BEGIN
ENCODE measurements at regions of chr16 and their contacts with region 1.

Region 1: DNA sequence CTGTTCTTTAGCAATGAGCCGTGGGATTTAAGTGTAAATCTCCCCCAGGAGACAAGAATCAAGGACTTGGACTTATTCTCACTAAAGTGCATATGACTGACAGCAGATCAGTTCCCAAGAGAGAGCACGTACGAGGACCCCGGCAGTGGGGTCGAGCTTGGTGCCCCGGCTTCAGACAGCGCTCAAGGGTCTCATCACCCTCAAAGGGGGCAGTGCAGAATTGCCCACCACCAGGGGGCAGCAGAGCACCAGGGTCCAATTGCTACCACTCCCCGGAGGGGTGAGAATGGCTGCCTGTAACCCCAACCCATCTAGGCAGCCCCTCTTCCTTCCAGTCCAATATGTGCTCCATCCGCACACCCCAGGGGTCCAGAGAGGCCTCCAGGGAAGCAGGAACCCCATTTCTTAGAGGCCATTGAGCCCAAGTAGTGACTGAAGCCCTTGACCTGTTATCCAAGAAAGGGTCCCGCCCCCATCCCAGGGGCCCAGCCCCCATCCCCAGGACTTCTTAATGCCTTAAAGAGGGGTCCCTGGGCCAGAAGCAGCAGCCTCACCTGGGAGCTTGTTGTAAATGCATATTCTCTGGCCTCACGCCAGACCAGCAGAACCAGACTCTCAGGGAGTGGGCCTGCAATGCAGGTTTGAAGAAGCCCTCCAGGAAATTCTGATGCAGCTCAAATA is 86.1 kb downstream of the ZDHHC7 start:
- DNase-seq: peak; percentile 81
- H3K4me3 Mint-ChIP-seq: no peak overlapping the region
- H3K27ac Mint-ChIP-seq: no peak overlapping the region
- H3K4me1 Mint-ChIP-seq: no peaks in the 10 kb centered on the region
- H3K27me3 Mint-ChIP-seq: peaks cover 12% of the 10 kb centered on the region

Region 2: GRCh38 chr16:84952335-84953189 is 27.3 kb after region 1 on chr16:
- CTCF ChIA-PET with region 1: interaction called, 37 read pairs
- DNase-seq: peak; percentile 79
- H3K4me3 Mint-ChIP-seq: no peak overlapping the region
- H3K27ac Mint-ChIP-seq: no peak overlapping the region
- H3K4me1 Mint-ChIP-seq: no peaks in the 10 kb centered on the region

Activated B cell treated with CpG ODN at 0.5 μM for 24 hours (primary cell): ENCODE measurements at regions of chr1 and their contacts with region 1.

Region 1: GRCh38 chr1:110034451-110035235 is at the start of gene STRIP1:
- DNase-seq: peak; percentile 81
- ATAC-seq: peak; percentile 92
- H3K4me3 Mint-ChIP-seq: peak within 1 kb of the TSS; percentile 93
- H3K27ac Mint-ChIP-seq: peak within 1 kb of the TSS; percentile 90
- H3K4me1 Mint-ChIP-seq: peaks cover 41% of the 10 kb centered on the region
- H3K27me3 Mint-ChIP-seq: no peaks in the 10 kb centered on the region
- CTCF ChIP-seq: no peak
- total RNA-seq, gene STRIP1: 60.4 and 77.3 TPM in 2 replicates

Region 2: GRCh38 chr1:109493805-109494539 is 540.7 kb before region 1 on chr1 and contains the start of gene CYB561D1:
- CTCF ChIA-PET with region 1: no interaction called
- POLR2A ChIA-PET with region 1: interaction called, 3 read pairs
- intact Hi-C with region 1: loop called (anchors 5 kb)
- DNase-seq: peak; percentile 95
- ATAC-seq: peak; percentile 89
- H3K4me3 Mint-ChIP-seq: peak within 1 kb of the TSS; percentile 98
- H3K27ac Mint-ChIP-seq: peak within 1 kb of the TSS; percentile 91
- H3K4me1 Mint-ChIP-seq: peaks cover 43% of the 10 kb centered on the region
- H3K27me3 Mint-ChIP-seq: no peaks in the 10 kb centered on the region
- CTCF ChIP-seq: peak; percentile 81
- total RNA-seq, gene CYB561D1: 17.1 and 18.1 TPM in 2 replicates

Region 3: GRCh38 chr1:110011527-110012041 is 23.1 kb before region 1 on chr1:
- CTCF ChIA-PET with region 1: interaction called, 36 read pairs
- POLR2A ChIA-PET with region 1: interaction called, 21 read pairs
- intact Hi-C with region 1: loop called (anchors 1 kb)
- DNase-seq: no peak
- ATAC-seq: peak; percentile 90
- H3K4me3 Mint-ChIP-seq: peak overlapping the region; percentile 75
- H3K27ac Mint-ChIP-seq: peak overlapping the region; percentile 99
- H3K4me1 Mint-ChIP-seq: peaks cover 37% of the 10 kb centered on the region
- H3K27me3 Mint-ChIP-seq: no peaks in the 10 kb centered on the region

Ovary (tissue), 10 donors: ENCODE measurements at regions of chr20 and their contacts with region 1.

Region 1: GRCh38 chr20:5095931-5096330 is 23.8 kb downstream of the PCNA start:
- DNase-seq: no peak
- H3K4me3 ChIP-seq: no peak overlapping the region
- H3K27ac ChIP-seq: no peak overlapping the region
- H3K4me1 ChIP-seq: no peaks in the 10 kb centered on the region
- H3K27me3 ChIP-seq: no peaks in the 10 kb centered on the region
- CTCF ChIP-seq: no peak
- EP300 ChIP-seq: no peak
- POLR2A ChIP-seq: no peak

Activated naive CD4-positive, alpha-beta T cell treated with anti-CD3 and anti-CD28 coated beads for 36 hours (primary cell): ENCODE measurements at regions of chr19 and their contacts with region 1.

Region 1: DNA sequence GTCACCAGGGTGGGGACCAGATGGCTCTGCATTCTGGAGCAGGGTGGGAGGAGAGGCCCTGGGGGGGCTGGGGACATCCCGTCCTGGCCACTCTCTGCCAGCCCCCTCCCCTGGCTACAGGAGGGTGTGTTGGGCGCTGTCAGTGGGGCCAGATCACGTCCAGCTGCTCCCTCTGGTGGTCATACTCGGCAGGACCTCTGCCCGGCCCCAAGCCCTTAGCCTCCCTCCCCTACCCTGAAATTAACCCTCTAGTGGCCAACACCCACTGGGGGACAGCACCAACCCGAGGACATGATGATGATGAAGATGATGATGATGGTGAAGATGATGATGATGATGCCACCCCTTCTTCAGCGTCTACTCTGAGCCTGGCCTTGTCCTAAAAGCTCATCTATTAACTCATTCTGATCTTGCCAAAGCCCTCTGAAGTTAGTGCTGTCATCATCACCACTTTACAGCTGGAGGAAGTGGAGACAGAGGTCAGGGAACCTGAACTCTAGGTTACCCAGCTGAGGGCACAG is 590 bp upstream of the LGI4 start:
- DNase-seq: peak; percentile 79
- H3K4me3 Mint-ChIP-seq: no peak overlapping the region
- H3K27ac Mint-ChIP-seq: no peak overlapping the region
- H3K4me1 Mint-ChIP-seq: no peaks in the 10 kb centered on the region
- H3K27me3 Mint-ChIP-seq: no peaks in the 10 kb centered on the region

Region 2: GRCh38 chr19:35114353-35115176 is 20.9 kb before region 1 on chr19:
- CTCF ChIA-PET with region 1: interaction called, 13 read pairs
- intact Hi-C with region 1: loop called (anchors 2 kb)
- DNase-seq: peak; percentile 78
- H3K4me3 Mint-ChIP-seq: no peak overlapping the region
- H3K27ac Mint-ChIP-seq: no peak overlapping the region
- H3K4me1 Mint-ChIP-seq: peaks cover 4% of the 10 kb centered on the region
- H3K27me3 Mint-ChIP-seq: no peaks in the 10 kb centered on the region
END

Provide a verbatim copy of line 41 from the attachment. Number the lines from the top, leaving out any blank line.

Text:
- ATAC-seq: peak; percentile 90